Shon Hopwood’s rebirth continues. Judge Janice Rogers Brown of the “second highest court in the land,” the D.C. Circuit Court of Appeals, has hired Mr. Hopwood to serve as a law clerk in her chambers beginning next term. For Mr. Hopwood, this is another in a string of victories in his legal career. Sweet victories within this story of redemption, for Mr. Hopwood is a former convict.
Because I do what I do – advising and supporting law students and lawyers through the clerkship application process, I can’t help but be curious about Mr. Hopwood’s clerkship applications. Sure, he has successful petitions for certiorari to the U.S. Supreme Court under his belt (and a unanimous Supreme Court win in one of those cases) and support from some of the most familiar names in the legal profession, Adam Liptak and Seth Waxman, making him an atypical and ideal clerkship candidate. I still wonder whether and how he disclosed his criminal past in his cover letter and resume. Did it come up during his clerkship interview? What other judges called him in for an interview? Will the Supreme Court entertain his clerkship application the way it entertained his petitions for cert?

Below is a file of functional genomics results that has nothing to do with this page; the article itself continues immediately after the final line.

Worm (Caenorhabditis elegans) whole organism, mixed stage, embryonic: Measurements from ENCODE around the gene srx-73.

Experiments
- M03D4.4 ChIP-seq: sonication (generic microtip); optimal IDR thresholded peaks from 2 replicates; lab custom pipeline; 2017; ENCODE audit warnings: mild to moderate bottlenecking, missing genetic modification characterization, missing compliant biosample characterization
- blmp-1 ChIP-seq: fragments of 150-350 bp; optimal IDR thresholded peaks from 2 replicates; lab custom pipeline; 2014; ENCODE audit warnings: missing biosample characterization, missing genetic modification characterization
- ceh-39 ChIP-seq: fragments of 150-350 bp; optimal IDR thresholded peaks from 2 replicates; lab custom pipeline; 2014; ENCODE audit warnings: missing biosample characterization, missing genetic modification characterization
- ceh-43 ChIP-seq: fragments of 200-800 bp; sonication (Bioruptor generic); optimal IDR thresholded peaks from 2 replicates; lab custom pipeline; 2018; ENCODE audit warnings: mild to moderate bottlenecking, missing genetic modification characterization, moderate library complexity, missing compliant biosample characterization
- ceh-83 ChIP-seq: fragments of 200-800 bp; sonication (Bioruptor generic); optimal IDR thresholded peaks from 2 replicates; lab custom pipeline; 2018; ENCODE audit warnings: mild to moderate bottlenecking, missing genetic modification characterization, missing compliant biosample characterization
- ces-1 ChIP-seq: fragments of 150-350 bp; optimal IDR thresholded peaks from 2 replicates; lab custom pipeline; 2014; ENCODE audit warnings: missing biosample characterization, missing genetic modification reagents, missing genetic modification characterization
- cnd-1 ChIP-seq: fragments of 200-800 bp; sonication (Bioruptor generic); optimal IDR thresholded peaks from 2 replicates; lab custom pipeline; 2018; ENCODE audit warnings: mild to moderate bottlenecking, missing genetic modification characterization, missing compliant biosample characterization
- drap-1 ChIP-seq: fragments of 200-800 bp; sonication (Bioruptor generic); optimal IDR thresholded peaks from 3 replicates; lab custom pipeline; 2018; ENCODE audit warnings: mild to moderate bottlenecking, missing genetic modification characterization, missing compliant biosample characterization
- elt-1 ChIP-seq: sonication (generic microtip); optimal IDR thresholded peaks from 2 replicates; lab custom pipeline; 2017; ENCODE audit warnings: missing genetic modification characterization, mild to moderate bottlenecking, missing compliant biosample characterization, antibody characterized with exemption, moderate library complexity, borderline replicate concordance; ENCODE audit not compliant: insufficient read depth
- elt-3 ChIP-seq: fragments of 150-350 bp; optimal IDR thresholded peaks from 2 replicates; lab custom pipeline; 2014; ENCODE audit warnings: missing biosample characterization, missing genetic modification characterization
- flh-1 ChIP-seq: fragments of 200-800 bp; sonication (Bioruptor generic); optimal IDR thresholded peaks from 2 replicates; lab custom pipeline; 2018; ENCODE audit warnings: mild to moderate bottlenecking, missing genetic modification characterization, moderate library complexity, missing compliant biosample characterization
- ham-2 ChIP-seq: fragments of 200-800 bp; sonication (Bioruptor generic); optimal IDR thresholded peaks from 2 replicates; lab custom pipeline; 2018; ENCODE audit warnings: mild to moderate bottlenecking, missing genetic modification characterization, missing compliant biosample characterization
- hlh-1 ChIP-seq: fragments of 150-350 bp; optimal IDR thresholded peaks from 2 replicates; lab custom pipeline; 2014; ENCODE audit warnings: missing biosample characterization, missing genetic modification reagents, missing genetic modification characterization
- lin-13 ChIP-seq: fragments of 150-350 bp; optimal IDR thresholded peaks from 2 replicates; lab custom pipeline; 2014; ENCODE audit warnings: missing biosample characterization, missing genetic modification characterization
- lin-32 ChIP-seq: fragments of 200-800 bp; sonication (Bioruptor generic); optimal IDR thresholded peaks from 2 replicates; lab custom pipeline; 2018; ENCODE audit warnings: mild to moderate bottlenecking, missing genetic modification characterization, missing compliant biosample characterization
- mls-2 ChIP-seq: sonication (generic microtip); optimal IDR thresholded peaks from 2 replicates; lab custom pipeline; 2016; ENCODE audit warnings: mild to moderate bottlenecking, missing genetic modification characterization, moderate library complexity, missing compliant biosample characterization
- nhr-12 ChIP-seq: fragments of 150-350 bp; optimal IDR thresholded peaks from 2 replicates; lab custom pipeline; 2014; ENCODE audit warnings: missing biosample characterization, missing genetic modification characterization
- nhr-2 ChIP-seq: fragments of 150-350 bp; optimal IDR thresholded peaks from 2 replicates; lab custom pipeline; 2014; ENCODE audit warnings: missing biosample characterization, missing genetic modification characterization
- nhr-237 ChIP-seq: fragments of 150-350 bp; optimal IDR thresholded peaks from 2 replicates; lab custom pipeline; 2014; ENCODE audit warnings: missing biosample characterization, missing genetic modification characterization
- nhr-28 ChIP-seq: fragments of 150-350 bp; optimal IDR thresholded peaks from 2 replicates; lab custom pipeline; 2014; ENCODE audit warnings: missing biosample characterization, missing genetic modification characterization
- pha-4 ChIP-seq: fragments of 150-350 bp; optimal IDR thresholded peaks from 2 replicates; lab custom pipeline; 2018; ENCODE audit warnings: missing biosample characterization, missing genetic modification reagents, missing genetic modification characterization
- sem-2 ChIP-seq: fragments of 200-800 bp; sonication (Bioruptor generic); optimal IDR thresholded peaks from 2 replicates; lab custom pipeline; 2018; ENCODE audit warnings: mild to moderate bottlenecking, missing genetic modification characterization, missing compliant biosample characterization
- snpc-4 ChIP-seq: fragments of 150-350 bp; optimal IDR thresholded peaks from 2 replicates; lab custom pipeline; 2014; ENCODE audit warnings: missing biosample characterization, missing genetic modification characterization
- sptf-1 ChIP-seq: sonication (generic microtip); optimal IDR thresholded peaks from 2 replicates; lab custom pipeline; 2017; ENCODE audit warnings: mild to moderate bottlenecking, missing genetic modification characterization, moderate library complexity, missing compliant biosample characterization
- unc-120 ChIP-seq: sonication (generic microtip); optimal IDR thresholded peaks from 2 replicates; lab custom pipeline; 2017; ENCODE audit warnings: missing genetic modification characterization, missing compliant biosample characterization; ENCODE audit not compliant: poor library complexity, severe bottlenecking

Judge Brown hasn’t spoken publicly about the hire, and no one should expect her to do so, but since the announcement of her decision to hire Hopwood, Judge Richard G. Kopf, the judge who sentenced Hopwood to 147 months in prison, has blogged about his sentencing instincts, which he says must suck in light of this development. There is quite an interesting exchange between Judge Kopf and Hopwood in the comments section of the blog. Certainly, it can be useful to reflect on the past, though not to dwell, and I can’t help but wonder what this means for the future of clerkships. Will Shon Hopwood’s success mean that the doors will open a little wider for other non-traditional clerkship candidates? Will it mean that judges will take Judge Brown’s lead and allow themselves to look for clerks in the recesses of the legal playing field? Only time will tell and we’ll have to have patience to await the larger implications of this clerkship hire, probably another lesson we can take from Mr. Hopwood.
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